Construction works commenced on site on 5 September 2016 and are progressing well and on programme. A temporary bus station was created on Tentercroft Street (an adjacent road) to ensure continued provision and it is operating well. The bus companies are operating a free hop on service to take passengers into the City and drop them off by the old bus station and to take them back to the temporary bus station should they wish to take advantage of this service. Two temporary bus shelters have also been erected.
Though the project has not encountered any key issues during delivery to date, archaeological excavations were carried out over a nine week period across the site of the new MSCP before the construction works could get underway. Given the historic nature of the City this had to be extremely thorough and some of the more interesting findings will be displayed for public interest once the project is completed. Had something of great significance been found the scheme could have experienced lengthy delays and potentially a redesign, however this was not the case.
The scheme will be completed in 2018, though outputs and outcomes will be captured long after this date.
Strong project governance arrangements on this project ensure the project is tightly controlled and visible within the Council’s decision making process.
The principal authority managing the scheme is the City of Lincoln Council and the delivery of the scheme is overseen by the Council’s Growth Board which comprises of the Council’s Chief Executive, Leader of the Council and three Corporate Directors. Key members of the Project Team including the Council’s City Solicitor and Chief Finance Officer also meet regularly to report into the Project Programme Board which is chaired by the Council’s Chief Executive.
The Councils Risk Management Group meet regularly to review the project risks register to identify and mitigate project risks.
Evaluating the investment
The project evaluation will be completed in future years once the scheme is finished and actual outputs and outcomes have been evidenced. A detailed monitoring and evaluation plan is place and an external evaluation report will provided to the LEP in due course.
The successful delivery of the scheme will be judged by the following outcomes:
Supporting the delivery of sustainable economic growth – measured through GVA figures, employment levels, housing figures, retail and office provision as published by Lincolnshire Research Observatory, City of Lincoln’s ‘State of the Economy’ annual report and ‘The Lincoln Drivers Report’ and Lincoln Annual Population Surveys.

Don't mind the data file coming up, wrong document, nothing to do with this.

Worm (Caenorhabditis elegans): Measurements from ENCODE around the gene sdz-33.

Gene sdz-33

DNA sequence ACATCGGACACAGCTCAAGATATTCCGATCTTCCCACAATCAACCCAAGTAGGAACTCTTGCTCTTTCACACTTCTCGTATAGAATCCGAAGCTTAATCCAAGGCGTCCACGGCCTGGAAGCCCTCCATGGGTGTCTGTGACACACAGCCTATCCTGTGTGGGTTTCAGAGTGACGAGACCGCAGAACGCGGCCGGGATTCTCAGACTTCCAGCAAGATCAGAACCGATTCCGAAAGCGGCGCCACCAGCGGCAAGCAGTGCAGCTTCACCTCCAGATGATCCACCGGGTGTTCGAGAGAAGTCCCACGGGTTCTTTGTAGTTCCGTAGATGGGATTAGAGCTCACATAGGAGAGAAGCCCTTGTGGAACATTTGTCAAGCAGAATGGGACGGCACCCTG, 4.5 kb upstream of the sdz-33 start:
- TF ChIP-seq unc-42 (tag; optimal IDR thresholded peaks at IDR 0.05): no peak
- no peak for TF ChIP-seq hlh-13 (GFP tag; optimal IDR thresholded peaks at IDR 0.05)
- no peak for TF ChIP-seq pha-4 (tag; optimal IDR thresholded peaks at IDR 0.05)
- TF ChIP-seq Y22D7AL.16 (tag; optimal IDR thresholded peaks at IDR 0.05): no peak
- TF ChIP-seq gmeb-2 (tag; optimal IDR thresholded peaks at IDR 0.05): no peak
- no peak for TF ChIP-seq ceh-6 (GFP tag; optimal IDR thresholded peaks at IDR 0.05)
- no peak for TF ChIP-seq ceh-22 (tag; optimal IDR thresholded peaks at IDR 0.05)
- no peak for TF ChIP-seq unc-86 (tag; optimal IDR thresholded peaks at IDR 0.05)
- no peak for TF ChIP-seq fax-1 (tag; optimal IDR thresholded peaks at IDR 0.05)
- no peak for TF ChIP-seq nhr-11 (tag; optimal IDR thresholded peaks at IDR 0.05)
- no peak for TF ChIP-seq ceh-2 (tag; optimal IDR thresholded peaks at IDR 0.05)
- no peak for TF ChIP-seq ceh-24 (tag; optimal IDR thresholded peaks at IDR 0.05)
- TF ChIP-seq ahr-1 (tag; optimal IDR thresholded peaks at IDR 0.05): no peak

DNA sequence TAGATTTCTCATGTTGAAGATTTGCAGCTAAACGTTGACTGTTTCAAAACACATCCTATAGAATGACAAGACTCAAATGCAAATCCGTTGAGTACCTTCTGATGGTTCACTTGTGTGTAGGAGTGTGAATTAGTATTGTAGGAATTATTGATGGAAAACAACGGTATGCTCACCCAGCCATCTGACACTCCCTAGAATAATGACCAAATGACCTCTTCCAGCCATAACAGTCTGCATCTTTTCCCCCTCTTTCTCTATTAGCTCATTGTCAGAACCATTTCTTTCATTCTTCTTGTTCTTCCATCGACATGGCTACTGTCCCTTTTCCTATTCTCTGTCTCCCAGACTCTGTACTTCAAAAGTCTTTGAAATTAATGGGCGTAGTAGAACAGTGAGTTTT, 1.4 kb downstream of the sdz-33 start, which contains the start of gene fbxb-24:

Increasing public transport usage – measured through Bus Operator annual surveys, Level of Service agreements with Lincolnshire County Council; timetable review; customer satisfaction surveys; and Office of Rail Regulation statistics on rail station usage.
Encouraging use of alternative / sustainable modes – measured through surveys undertaken before and after scheme implementation.
Supporting the City’s Parking Strategy – measured through the review of the Parking Strategy.
Supporting improvements in the quality of life, attractiveness and liveability of central Lincoln – measured through Visit Lincoln’s visitor satisfaction surveys, Indices of Multiple Deprivation updates – this includes income rates, employment levels, health indices, education / skill levels and crime data from the police and crime rate per 1000 figures published by Lincolnshire Research Observatory.
Improving the health of residents and visitors by encouraging active travel and tackling air quality and noise problems – measured through measurements of concentrations of key air quality indicators in AQMA – measured through annual monitoring at existing receptor locations; Carbon toolkit measurements; obesity and physical activity figures published by Lincolnshire Research Observatory, monitoring of journey to work data and pedestrian / cycle surveys.
Reducing number / severity of accidents – measured through comparison of standard accident data collected by the police and analysed by Lincolnshire County Council; also traffic speed monitoring in the area.
So far, this has been a complex scheme to bring together with tremendous support from all partners and stakeholders concerned. Late changes to design could have stalled the scheme, but due to experience, resilience and determination will result in a more cohesive hub development fitting for the principle urban centre it will serve.
By listening and responding to concerns/requests from local bus service companies, rail service providers, existing retailers and future users the scheme has been extremely well received. Traffic and pedestrian route disruptions have been kept to a minimum with alternative options being explored from the start.
The relationship with funders has been a very positive and helpful one with regular liaison, clear direction and useful advice being provided, however this has been down to the sincerity and commitment of the delivery partners and willingness to consider alternative approaches.
Performance against targets and objectives and lessons learnt from the project delivery will all be captured in the evaluation report.
The Lincoln Transport Hub consists of an integrated and improved multi-modal transport hub with associated public realm improvements, providing a fitting gateway into the City of Lincoln, creating a fully integrated, accessible and welcoming city centre, and safeguarding the future of the High Street. The scheme costs £29million and was estimated to deliver an economic return on investment of £1.64 for each £1 spent.